There are endless theories about the best way to give birth, ranging from how much pain medication to take to what music you should play in the delivery room. Even something as seemingly simple as cutting the umbilical cord is open for discussion, with some proponents touting the benefits of a short delay. What do the experts say? For now, these are the recommended times for clamping the cord after birth.
Why Delay, Anyway?
Pregnant women develop the placenta to provide oxygen and nutrients to the baby and remove waste from the baby’s blood. Once the newborn takes their first breath, there’s no need for the umbilical cord to connect them to the placenta. Traditionally, this is the sign to clamp the cord and invite the mother’s partner to cut it. But studies have shown that delaying this action can increase hemoglobin levels in the newborn and improve iron stores for months.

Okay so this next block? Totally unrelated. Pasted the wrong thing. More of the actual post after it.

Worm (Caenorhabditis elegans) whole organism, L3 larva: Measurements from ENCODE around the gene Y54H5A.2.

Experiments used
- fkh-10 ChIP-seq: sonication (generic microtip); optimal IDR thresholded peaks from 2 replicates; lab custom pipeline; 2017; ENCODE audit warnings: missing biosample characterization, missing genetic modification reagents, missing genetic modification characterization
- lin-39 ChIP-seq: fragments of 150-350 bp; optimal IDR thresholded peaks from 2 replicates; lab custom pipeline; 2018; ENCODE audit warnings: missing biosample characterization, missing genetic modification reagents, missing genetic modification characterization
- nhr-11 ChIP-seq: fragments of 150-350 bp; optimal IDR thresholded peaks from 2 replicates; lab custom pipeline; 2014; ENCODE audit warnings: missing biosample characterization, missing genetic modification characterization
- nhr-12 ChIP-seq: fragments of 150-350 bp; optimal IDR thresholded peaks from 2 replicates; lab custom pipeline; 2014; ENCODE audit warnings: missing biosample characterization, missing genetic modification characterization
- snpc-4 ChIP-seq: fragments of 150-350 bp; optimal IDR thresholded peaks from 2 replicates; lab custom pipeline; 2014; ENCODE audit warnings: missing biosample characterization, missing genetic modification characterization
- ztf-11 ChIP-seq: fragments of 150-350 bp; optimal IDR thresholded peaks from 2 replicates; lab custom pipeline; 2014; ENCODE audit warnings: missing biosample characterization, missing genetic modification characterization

Are There Drawbacks?
A delay in clamping the cord can increase the chance that the newborn will experience jaundice due to the extra toxins in the bloodstream. The delivery doctor watches for this possibility, which they can treat with photo or light therapy. Delaying can also complicate the process of collecting cord blood if the parents have elected to store the baby’s stem cells. While it’s possible to both delay clamping and collect cord blood, there may be fewer stem cells present in the time window.
What’s the Official Word?
Opinions are changing as experts analyze more and more data, and ultimately the decision is up to the parents and their doctor. And for preterm babies, the recommended times for clamping the cord after birth may be different, as they seem to benefit significantly more from clamping delays. For now, the American College of Obstetricians and Gynecologists suggests that doctors delay between 30 and 60 seconds before clamping. The World Health Organization, though, is looser with its guidance. It says that clamping between one and three minutes is best.